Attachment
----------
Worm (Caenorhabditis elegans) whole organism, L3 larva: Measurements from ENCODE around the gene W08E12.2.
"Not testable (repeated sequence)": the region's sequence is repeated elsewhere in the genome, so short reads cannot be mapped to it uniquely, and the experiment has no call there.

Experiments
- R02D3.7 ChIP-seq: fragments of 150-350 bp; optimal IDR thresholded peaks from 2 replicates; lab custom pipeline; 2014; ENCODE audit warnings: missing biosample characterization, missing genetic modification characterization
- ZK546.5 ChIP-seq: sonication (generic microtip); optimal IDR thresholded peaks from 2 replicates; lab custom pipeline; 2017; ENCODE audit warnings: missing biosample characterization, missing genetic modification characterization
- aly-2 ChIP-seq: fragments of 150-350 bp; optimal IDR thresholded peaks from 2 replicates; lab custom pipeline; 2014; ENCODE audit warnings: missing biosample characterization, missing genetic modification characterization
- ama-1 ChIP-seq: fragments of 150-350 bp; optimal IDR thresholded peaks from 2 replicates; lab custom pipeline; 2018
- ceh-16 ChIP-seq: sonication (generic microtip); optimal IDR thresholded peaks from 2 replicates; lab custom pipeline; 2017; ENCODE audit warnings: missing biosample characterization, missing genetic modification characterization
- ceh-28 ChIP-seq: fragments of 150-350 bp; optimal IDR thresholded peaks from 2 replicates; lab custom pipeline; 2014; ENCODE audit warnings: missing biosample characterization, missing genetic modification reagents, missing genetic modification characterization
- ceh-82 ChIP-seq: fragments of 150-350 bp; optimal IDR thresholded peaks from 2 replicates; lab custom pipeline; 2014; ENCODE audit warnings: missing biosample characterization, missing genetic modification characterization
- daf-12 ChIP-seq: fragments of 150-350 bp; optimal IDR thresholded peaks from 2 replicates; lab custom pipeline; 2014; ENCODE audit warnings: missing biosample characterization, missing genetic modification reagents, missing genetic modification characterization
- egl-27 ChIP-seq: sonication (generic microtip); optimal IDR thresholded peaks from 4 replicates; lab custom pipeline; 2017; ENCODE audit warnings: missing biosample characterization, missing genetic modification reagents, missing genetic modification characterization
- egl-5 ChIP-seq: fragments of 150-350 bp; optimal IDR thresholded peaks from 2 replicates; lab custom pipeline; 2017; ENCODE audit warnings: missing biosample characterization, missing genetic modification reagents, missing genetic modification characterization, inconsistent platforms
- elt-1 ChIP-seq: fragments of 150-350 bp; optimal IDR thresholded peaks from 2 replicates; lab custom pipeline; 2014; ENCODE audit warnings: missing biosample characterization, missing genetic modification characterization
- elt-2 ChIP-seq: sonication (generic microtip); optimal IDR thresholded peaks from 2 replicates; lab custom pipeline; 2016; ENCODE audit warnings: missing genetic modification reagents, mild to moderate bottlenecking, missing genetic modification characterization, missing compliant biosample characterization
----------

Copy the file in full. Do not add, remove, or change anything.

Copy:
Worm (Caenorhabditis elegans) whole organism, L3 larva: Measurements from ENCODE around the gene W08E12.2.
"Not testable (repeated sequence)": the region's sequence is repeated elsewhere in the genome, so short reads cannot be mapped to it uniquely, and the experiment has no call there.

Experiments
- R02D3.7 ChIP-seq: fragments of 150-350 bp; optimal IDR thresholded peaks from 2 replicates; lab custom pipeline; 2014; ENCODE audit warnings: missing biosample characterization, missing genetic modification characterization
- ZK546.5 ChIP-seq: sonication (generic microtip); optimal IDR thresholded peaks from 2 replicates; lab custom pipeline; 2017; ENCODE audit warnings: missing biosample characterization, missing genetic modification characterization
- aly-2 ChIP-seq: fragments of 150-350 bp; optimal IDR thresholded peaks from 2 replicates; lab custom pipeline; 2014; ENCODE audit warnings: missing biosample characterization, missing genetic modification characterization
- ama-1 ChIP-seq: fragments of 150-350 bp; optimal IDR thresholded peaks from 2 replicates; lab custom pipeline; 2018
- ceh-16 ChIP-seq: sonication (generic microtip); optimal IDR thresholded peaks from 2 replicates; lab custom pipeline; 2017; ENCODE audit warnings: missing biosample characterization, missing genetic modification characterization
- ceh-28 ChIP-seq: fragments of 150-350 bp; optimal IDR thresholded peaks from 2 replicates; lab custom pipeline; 2014; ENCODE audit warnings: missing biosample characterization, missing genetic modification reagents, missing genetic modification characterization
- ceh-82 ChIP-seq: fragments of 150-350 bp; optimal IDR thresholded peaks from 2 replicates; lab custom pipeline; 2014; ENCODE audit warnings: missing biosample characterization, missing genetic modification characterization
- daf-12 ChIP-seq: fragments of 150-350 bp; optimal IDR thresholded peaks from 2 replicates; lab custom pipeline; 2014; ENCODE audit warnings: missing biosample characterization, missing genetic modification reagents, missing genetic modification characterization
- egl-27 ChIP-seq: sonication (generic microtip); optimal IDR thresholded peaks from 4 replicates; lab custom pipeline; 2017; ENCODE audit warnings: missing biosample characterization, missing genetic modification reagents, missing genetic modification characterization
- egl-5 ChIP-seq: fragments of 150-350 bp; optimal IDR thresholded peaks from 2 replicates; lab custom pipeline; 2017; ENCODE audit warnings: missing biosample characterization, missing genetic modification reagents, missing genetic modification characterization, inconsistent platforms
- elt-1 ChIP-seq: fragments of 150-350 bp; optimal IDR thresholded peaks from 2 replicates; lab custom pipeline; 2014; ENCODE audit warnings: missing biosample characterization, missing genetic modification characterization
- elt-2 ChIP-seq: sonication (generic microtip); optimal IDR thresholded peaks from 2 replicates; lab custom pipeline; 2016; ENCODE audit warnings: missing genetic modification reagents, mild to moderate bottlenecking, missing genetic modification characterization, missing compliant biosample characterization